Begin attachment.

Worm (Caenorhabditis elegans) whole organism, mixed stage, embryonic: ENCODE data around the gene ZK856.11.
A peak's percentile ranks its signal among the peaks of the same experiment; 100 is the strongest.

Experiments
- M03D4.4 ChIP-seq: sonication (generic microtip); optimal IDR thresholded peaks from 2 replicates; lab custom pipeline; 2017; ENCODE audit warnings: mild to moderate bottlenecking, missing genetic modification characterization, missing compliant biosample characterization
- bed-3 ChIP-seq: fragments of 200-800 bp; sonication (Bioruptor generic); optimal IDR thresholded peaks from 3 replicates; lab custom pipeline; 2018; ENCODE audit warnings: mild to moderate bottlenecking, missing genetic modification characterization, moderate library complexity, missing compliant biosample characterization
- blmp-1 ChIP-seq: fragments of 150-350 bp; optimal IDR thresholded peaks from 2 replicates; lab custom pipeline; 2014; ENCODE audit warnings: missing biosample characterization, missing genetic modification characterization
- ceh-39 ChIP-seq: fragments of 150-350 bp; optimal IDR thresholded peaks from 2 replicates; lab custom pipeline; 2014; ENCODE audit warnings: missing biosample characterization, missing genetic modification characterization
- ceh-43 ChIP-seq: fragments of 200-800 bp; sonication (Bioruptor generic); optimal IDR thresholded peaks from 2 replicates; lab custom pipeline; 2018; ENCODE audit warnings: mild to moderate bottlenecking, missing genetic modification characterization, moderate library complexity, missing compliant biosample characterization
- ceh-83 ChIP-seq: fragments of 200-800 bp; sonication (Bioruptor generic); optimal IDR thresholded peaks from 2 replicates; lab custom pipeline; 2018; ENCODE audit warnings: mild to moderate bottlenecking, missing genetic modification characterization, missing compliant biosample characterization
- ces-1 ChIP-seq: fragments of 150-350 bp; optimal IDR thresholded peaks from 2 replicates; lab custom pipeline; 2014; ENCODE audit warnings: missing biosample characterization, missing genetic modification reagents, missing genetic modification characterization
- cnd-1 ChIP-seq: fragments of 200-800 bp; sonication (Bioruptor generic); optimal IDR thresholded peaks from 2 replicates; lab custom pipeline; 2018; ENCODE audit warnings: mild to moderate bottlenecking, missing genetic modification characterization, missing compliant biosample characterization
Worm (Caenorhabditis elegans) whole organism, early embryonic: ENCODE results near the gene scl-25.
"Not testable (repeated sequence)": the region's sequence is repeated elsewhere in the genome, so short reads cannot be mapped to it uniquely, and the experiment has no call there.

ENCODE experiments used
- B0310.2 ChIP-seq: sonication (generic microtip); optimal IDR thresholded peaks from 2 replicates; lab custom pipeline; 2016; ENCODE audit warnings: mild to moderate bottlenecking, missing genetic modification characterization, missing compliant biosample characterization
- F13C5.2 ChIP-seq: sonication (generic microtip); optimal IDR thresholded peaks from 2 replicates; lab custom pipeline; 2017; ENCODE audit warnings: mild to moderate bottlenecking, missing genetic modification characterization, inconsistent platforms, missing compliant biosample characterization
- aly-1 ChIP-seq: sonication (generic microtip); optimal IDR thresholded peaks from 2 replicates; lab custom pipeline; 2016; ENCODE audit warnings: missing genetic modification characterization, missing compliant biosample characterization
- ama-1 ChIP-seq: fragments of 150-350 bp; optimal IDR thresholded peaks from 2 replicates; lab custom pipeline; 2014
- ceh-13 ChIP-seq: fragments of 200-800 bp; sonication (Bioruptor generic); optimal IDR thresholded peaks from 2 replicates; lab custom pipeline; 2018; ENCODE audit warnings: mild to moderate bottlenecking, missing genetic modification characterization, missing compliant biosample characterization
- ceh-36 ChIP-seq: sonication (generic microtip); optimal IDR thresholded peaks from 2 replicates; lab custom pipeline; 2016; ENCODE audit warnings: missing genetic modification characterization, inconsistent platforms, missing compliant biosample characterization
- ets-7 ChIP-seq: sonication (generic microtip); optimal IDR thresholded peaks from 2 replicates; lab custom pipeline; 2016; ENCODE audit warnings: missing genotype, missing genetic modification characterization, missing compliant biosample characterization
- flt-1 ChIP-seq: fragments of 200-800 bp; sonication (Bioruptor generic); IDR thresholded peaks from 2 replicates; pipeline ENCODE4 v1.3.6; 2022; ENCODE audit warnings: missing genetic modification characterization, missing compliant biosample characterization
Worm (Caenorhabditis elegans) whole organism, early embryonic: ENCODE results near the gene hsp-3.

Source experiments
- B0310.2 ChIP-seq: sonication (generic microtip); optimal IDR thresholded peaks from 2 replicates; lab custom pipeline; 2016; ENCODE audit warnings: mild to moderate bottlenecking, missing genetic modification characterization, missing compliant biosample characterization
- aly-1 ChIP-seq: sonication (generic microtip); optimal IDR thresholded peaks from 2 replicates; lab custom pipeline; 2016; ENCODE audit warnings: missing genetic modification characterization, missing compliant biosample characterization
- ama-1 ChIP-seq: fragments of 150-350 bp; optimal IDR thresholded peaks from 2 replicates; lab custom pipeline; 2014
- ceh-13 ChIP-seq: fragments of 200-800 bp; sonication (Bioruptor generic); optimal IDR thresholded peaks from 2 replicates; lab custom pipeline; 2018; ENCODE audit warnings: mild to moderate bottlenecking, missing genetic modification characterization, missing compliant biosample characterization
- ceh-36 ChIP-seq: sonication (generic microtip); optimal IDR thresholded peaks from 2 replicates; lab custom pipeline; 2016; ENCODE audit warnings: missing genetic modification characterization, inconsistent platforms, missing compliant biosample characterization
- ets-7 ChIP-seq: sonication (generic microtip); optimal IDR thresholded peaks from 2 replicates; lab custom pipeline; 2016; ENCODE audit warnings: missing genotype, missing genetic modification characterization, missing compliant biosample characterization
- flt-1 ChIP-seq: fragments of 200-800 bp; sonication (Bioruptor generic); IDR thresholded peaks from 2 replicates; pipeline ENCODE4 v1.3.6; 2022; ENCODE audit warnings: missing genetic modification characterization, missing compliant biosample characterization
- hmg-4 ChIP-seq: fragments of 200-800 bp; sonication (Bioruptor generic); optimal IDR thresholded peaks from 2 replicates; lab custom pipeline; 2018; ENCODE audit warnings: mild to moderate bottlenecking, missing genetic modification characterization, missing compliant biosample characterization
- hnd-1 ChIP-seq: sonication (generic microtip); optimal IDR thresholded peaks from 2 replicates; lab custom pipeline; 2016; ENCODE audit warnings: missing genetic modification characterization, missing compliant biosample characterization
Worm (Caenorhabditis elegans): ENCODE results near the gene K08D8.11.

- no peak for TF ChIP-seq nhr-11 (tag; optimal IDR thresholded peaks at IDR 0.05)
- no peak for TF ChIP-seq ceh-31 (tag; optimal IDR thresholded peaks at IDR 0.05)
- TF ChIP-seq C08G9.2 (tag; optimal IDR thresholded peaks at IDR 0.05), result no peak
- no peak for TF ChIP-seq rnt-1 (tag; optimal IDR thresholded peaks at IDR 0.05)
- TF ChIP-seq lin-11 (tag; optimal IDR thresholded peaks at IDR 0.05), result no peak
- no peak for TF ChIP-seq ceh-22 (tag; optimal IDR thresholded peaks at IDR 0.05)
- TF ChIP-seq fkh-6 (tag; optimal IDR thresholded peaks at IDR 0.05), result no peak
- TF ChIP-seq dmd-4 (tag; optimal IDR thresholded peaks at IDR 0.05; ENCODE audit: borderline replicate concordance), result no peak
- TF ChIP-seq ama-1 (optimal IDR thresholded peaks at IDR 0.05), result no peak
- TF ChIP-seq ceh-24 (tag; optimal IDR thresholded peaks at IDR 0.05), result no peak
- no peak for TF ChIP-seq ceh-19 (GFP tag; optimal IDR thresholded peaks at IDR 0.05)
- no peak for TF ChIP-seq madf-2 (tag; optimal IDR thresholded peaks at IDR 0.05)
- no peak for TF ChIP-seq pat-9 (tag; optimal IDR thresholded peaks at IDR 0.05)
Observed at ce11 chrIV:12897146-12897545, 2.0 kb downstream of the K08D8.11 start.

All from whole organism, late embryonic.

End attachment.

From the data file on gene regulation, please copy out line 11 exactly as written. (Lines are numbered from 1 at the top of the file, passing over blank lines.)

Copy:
- cnd-1 ChIP-seq: fragments of 200-800 bp; sonication (Bioruptor generic); optimal IDR thresholded peaks from 2 replicates; lab custom pipeline; 2018; ENCODE audit warnings: mild to moderate bottlenecking, missing genetic modification characterization, missing compliant biosample characterization